Changing the W/B (water-binder) ratio¶
In cement recipe, it may be necessary to set or change the W/B mass ratio. CemGEMS makes this really easy. In the input recipe (top-level row), find the W/B_ratio column cell where you can set the desired ratio (usually 0.3 or more). Equilibrate the recipe and look at the effect in the Speciation, Equilibrated part, and on the stacked bar charts for Inputs and Results.
Following changes in temperature or pressure¶
In the input recipe, you can change the temperature (from 0 C to 99 C) and/or pressure (from 1 bar to 101 bar). Equilibrate and look at the effect of such change in the Speciation, Equilibrated part and on the stacked bar charts for Inputs and Results.
Changing cement composition at materials level¶
To investigate the effect of e.g. addition of SCMs, expand the recipe to see Materials, and modify Quantity (masses) of Cement and/or SCM as desired (the mass of Water will be automatically adjusted according to given W/B ratio). Click on "Equilibrate Recipe" to see the results.
In the case of Portland cement, if you reduce the addition of SCMs to minimum (less than 1%) or set to zero and equilibrate, then Portlandite phase will surely appear in the Equilibrated part. At some larger addition of SCM (especially silica-rich), Portlandite will disappear because of more C-S-H that can form.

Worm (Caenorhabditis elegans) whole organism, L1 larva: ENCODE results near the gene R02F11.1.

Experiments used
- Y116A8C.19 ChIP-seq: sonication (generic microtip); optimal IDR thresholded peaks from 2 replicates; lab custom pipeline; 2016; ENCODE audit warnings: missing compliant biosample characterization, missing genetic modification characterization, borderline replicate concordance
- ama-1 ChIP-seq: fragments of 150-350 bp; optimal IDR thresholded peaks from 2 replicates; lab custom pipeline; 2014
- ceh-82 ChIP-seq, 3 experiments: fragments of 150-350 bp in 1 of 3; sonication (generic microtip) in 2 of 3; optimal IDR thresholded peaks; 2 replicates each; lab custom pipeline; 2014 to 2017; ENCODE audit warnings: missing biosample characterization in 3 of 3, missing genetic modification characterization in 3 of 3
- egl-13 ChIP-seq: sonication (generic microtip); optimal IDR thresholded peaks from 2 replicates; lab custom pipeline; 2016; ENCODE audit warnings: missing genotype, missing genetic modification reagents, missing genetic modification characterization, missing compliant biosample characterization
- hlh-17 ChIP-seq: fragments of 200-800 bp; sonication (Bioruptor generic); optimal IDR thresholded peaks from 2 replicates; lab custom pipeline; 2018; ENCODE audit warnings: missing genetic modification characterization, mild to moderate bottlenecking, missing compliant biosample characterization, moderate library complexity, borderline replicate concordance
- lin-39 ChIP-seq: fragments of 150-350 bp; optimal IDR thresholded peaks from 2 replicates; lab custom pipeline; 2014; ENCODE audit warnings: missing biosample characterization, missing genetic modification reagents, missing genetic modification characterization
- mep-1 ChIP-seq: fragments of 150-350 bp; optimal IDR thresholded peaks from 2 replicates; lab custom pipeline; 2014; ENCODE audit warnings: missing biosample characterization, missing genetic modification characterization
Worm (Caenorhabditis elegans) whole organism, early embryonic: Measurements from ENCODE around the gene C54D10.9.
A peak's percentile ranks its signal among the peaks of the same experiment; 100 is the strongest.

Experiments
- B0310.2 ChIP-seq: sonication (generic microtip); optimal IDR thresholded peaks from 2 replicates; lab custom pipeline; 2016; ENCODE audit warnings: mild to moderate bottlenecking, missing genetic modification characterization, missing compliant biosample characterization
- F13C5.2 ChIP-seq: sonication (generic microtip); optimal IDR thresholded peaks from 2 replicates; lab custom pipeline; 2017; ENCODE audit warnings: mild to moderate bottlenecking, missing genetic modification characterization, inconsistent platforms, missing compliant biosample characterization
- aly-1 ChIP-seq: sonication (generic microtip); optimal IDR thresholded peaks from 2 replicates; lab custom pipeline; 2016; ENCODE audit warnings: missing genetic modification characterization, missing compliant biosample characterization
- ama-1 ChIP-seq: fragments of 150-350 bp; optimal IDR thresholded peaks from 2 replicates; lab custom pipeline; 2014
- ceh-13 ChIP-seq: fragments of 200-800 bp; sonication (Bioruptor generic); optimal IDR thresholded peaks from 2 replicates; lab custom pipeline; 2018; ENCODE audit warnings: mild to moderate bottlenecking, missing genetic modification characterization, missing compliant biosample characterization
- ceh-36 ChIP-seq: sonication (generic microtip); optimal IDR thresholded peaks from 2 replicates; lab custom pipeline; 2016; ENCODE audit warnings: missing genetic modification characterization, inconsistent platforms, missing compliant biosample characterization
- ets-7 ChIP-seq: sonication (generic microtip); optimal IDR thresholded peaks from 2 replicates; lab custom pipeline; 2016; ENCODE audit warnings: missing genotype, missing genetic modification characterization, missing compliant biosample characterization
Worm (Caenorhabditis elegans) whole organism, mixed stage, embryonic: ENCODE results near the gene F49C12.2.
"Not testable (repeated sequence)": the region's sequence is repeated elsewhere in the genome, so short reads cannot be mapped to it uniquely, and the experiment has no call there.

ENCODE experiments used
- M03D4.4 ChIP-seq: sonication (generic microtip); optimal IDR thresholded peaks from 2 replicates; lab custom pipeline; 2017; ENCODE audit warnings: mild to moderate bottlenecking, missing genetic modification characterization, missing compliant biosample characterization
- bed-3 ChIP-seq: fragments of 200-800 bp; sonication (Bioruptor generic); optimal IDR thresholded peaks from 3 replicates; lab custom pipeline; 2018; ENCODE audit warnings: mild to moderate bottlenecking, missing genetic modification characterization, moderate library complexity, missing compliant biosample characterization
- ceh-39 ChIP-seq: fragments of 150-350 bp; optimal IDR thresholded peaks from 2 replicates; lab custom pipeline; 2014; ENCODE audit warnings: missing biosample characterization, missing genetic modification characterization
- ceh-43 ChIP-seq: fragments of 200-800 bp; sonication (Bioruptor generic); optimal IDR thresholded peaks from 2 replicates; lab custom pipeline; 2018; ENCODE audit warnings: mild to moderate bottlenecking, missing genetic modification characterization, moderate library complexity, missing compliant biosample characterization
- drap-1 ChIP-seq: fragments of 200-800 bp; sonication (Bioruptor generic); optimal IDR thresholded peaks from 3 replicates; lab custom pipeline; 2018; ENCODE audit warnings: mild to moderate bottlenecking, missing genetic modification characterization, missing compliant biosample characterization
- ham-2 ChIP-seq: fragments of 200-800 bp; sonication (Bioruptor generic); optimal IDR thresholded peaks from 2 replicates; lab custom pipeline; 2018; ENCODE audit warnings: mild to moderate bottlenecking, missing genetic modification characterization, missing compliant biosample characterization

Keeping your task recipes and results traceable¶
To keep your recipe and results intact and to continue working with another recipe, just create a new recipe, or clone the existing recipe (by entering a new name). In the latter case, all changes that you have done in the recipe will be taken over into the cloned one, and you can continue modifying it further on. In the former case, the new recipe will be created "from scratch" using an appropriate template recipe from the provided selection.
Backup/restore of the input recipe JSON document¶
You can use the jsoneditor to copy the whole input recipe JSON document into another text editor and save it, if needed. To do this, click on the "Edit JSON data" (pencil-like) icon to the left of "Recipe" in the top-level table header; switch to "Text" mode; select all and copy to clipboard (Ctrl-C or Cmd-C). Then paste to your text editor of choice (some highlight and check JSON documents automatically) and save into a file as JSON document (.json file name extension).
To restore an input recipe, open it in your text editor, select all, copy to clipboard, then go to CemGEMS web app, create or clone a new recipe, click on the "Edit JSON data" (pencil-like) icon to the left of "Recipe" in the top-level table header, go to "Text" mode, select all, and paste the clipboard contents over. Click on the green tick in the upper-left corner of the jsoneditor window to accept the changes and go back to the recipe tree-like table.